… We spent nearly $800 billion on nearly 100 programs for the poor, on welfare programs, and it’s getting worse. More people in poverty—the poverty rate is at a generational high, and with these new programs the President has put in place like Obamacare, what we’re learning is that more people will stay in the poverty trap. . . .
What the government has done for the last generation is they see a problem and create a new government program in Washington and they layer it on top of the other ones. And this incredibly complex bureaucracy wastes a lot of money, but it also sets up a perverse incentive that we call the “poverty trap,” where people get on these programs and if they try to leave these programs to go work at a job, they are worse off. And so it sort of traps them where [they] are and freezes them in place, and that’s why we have economic immobility.
Even assuming the Baltimore public school system was a paragon of competence and efficiency, the broken family structure creates an environment where absenteeism is rife for a variety of reasons. Oddly enough, the federal government creates a system of perverse incentives in education, much like it does anywhere else. If you are a single mother and you attachment to the municipal teat is firmly linked to your child, you will do your best to monetize that resource. A child with behavioral problems or one that is deemed a “special education” student can bring in an average of $646 per month via the Social Security Administration’s Supplemental Security Income. None of this is a Daniel Patrick Moynihan critique of the plight of black America. The social pathologies of broken families, out of wedlock childbearing, poverty program dependence, and gaming poverty programs for fun and profit is just as visible in Appalachia as it is in any inner-city. The difference being the drug of choice is crystal meth rather than crack cocaine and the low population density makes it difficult for people lacking ambition to gain the critical mass necessary for gang activity or rioting.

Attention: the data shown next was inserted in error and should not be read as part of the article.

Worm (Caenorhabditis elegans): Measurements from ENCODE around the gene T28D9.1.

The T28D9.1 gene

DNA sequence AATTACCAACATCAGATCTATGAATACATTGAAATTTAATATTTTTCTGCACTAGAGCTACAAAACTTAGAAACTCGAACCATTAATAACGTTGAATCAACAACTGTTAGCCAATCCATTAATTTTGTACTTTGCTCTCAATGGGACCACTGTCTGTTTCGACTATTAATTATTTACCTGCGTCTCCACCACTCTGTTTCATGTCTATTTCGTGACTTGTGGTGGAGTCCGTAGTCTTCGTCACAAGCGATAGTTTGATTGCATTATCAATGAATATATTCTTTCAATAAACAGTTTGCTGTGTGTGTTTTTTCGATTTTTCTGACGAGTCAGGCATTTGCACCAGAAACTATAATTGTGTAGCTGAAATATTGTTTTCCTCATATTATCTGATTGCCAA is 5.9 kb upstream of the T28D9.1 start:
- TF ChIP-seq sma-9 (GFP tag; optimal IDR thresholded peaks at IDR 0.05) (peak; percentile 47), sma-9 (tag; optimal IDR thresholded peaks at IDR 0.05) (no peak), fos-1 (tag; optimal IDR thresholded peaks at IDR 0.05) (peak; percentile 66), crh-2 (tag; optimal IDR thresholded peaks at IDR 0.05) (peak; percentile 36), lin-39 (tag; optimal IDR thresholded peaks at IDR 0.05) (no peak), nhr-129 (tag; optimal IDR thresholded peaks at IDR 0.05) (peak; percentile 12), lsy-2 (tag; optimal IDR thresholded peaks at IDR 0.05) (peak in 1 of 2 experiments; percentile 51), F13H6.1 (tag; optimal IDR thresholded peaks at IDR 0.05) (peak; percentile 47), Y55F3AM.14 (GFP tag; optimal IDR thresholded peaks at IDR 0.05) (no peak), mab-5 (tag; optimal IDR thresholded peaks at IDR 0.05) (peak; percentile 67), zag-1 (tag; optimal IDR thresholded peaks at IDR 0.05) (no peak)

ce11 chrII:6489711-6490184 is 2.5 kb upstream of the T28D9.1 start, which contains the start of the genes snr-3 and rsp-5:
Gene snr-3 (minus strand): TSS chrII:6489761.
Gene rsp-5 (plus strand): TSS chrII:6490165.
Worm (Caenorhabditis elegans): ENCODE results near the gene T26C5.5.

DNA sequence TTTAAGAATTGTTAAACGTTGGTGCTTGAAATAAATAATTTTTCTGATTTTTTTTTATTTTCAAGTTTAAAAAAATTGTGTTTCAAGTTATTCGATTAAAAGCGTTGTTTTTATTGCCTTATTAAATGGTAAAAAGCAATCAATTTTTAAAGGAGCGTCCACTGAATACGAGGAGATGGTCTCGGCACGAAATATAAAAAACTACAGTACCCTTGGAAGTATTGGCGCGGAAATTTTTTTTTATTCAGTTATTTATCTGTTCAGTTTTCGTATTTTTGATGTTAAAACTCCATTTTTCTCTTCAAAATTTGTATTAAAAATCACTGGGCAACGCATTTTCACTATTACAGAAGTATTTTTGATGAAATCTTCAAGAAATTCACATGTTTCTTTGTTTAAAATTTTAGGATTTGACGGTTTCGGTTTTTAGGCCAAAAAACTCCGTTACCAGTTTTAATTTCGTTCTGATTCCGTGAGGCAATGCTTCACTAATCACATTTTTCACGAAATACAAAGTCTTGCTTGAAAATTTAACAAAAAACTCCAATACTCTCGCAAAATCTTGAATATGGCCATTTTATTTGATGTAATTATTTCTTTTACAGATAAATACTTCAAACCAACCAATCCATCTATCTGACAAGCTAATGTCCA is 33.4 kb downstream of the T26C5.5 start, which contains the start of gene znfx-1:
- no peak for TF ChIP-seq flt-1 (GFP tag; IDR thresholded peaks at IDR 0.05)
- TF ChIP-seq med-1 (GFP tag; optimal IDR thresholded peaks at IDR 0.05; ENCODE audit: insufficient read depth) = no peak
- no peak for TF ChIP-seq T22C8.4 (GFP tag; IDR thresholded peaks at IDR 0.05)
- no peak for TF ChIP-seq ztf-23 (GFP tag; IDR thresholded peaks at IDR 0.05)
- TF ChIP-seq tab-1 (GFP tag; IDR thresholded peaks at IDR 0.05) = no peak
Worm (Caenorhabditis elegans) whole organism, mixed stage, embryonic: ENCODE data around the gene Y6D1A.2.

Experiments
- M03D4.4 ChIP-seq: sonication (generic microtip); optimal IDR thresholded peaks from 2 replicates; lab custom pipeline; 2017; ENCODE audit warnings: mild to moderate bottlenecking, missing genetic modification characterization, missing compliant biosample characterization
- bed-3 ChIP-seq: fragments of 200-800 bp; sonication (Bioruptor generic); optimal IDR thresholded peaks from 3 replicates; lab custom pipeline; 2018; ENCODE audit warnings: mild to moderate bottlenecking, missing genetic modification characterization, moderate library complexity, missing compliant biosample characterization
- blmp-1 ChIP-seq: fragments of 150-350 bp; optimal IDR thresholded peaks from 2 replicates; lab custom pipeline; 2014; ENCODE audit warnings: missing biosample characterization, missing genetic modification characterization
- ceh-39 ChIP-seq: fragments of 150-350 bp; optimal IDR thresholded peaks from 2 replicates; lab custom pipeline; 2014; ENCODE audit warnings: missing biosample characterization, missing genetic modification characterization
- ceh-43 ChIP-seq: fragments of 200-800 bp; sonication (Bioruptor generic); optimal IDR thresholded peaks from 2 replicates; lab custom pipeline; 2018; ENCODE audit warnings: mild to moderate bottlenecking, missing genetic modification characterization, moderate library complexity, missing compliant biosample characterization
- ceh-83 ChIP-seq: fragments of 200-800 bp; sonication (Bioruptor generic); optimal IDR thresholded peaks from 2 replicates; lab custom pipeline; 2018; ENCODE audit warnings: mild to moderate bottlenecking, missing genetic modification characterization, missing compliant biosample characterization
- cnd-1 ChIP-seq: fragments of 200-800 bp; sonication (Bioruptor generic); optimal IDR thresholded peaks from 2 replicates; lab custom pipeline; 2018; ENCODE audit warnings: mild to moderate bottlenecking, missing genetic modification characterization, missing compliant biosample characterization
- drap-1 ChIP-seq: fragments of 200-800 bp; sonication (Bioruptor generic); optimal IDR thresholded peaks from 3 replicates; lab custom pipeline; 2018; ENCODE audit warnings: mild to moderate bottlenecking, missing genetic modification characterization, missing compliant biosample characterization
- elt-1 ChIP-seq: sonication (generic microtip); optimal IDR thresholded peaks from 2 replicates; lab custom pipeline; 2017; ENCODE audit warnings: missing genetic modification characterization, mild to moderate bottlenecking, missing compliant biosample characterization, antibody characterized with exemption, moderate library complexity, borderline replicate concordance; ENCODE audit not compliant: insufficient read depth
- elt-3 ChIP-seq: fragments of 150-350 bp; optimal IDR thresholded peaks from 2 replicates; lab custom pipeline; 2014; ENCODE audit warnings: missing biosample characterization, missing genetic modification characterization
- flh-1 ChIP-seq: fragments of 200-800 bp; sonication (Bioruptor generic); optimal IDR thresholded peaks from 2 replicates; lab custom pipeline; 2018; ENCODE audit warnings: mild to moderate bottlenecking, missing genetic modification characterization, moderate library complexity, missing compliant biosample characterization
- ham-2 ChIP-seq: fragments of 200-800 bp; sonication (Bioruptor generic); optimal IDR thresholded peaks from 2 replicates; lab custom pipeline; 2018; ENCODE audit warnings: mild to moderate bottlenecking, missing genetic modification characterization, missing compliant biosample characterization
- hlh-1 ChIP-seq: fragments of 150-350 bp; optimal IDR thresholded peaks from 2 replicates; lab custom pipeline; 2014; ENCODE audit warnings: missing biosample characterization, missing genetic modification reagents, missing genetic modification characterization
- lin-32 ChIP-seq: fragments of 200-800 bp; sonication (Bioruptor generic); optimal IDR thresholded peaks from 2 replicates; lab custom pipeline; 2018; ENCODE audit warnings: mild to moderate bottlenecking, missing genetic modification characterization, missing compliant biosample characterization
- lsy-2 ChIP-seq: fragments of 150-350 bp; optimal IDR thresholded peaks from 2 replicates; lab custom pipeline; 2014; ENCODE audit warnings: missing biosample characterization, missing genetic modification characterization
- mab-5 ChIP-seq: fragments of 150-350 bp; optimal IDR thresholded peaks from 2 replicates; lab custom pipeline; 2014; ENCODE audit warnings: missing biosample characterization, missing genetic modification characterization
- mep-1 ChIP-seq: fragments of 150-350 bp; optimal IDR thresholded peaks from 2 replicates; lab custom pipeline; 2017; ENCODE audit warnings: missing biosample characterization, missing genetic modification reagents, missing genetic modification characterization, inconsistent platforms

Rahul Ghandi, vice-president of the Indian National Congress party made a statement a while ago that caused him to be made fun of on the internet (that alone should tell you he’s a pretty smart guy). “Poverty,” he said, “is a s just a state of mind. It does not mean the scarcity of food, money or material things. If one possesses self-confidence, then one can overcome poverty.” He’s right. Many of us have been broke at one time or another. All you need to overcome being broke is cash. Poverty, on the other hand, is a state of the soul. It is an outlook on life. Poverty flourishes like a hot-house orchid in a home headed by a single parent in a neighborhood where intact families headed by two parents (of complementary sexes) are something of a sideshow attraction. It becomes multi-generational and a way of life when a parent has a financial incentive to not better themselves and to encourage their children to fail in school because that failure brings a check with it.
As a prescription for fighting poverty, Bush’s op-ed is a disappointment. It is really pap. Obviously he recognizes the cause but his default reaction is to sneak past if — for fear of offending his friends who are campaigning for homosexual marriage or for fear of offending single parents? — and he goes straight way to a problem that has nothing to do with eradicating poverty and one which, unlike the issue of strengthening families, the federal government should stay the hell out of. There is nothing new or particularly conservative in his column and as such it serves as a perfect metaphor for his candidacy.